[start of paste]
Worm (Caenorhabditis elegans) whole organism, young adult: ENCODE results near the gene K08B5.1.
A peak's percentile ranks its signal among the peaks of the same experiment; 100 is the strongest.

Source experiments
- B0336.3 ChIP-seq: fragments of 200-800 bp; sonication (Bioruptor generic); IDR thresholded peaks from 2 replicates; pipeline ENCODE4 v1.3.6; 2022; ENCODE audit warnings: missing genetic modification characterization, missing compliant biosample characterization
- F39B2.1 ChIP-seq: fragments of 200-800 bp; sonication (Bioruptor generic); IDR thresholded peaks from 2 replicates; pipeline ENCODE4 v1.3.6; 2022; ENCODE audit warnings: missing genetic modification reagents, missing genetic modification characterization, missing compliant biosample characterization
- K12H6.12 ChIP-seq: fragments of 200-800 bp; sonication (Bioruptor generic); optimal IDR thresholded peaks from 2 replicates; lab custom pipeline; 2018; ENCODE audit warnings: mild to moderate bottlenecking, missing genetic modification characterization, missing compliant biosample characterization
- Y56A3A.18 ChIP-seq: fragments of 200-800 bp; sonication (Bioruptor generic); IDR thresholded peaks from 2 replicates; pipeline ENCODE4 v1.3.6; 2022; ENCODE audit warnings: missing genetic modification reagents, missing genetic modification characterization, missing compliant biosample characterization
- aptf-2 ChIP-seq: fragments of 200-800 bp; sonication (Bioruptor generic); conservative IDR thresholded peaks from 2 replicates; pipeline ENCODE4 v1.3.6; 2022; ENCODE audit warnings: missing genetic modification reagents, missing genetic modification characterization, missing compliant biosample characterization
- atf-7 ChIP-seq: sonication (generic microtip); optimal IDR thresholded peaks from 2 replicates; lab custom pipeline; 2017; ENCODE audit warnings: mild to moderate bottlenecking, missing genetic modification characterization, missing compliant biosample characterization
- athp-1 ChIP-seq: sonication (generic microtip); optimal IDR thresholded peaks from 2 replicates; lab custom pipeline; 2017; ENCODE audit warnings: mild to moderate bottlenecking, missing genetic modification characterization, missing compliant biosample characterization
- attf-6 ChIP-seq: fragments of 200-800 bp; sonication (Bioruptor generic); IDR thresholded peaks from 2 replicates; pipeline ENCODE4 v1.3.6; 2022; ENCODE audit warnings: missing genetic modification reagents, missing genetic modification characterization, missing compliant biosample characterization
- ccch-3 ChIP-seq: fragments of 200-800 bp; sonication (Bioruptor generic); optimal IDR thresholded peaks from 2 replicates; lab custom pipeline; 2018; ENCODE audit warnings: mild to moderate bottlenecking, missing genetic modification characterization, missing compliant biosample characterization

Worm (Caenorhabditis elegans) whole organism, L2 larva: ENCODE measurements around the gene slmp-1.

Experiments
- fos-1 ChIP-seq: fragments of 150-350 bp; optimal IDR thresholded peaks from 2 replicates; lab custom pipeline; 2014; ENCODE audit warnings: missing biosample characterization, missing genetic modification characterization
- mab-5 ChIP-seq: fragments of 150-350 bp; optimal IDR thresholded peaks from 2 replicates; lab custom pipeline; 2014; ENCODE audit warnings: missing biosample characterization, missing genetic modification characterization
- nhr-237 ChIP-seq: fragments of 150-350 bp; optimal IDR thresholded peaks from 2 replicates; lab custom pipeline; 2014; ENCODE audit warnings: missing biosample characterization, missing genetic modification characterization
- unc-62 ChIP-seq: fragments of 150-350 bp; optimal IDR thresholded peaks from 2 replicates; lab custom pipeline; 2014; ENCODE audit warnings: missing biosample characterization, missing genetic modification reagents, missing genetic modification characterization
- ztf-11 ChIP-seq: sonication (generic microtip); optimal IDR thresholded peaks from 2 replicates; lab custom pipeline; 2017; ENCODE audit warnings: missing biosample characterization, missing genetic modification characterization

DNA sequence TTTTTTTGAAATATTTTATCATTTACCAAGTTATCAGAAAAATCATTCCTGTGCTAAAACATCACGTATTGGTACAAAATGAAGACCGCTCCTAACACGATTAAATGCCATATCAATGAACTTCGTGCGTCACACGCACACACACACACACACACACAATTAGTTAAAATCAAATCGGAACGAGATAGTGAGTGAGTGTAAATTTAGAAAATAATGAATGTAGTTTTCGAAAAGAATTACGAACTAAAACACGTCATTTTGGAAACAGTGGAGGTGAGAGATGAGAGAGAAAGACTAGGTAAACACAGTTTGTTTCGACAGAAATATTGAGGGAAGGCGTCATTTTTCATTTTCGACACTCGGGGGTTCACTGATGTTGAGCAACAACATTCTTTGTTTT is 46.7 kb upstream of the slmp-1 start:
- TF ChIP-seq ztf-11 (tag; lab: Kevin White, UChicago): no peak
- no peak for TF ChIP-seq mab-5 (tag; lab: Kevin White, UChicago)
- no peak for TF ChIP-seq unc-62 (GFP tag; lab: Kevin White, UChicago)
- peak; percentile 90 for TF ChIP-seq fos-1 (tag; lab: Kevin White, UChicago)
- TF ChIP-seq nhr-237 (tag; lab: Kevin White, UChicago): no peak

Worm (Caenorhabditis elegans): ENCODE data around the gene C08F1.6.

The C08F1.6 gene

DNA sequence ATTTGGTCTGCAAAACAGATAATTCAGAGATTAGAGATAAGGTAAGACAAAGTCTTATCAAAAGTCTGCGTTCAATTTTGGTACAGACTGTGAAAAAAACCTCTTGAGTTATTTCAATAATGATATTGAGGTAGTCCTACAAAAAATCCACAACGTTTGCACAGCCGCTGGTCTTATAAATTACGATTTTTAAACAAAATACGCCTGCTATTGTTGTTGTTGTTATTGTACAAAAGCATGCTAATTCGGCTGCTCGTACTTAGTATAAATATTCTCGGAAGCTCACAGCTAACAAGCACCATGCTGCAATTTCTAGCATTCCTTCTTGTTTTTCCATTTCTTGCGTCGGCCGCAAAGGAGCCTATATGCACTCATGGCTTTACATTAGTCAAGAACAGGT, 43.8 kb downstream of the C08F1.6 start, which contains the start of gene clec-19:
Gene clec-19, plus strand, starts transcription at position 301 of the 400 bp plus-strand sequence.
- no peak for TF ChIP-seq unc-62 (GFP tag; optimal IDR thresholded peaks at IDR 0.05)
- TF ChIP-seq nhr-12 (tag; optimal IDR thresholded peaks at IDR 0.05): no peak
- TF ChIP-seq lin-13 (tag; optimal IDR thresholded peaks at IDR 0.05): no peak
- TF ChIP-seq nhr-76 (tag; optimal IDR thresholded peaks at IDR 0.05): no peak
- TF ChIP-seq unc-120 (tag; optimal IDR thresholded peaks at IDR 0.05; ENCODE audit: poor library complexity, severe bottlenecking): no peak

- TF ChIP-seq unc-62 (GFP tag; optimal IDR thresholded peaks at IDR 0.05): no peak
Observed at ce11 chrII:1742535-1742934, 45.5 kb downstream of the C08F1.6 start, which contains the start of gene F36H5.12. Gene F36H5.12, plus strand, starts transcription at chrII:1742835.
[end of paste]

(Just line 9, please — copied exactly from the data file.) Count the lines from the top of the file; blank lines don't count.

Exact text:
- atf-7 ChIP-seq: sonication (generic microtip); optimal IDR thresholded peaks from 2 replicates; lab custom pipeline; 2017; ENCODE audit warnings: mild to moderate bottlenecking, missing genetic modification characterization, missing compliant biosample characterization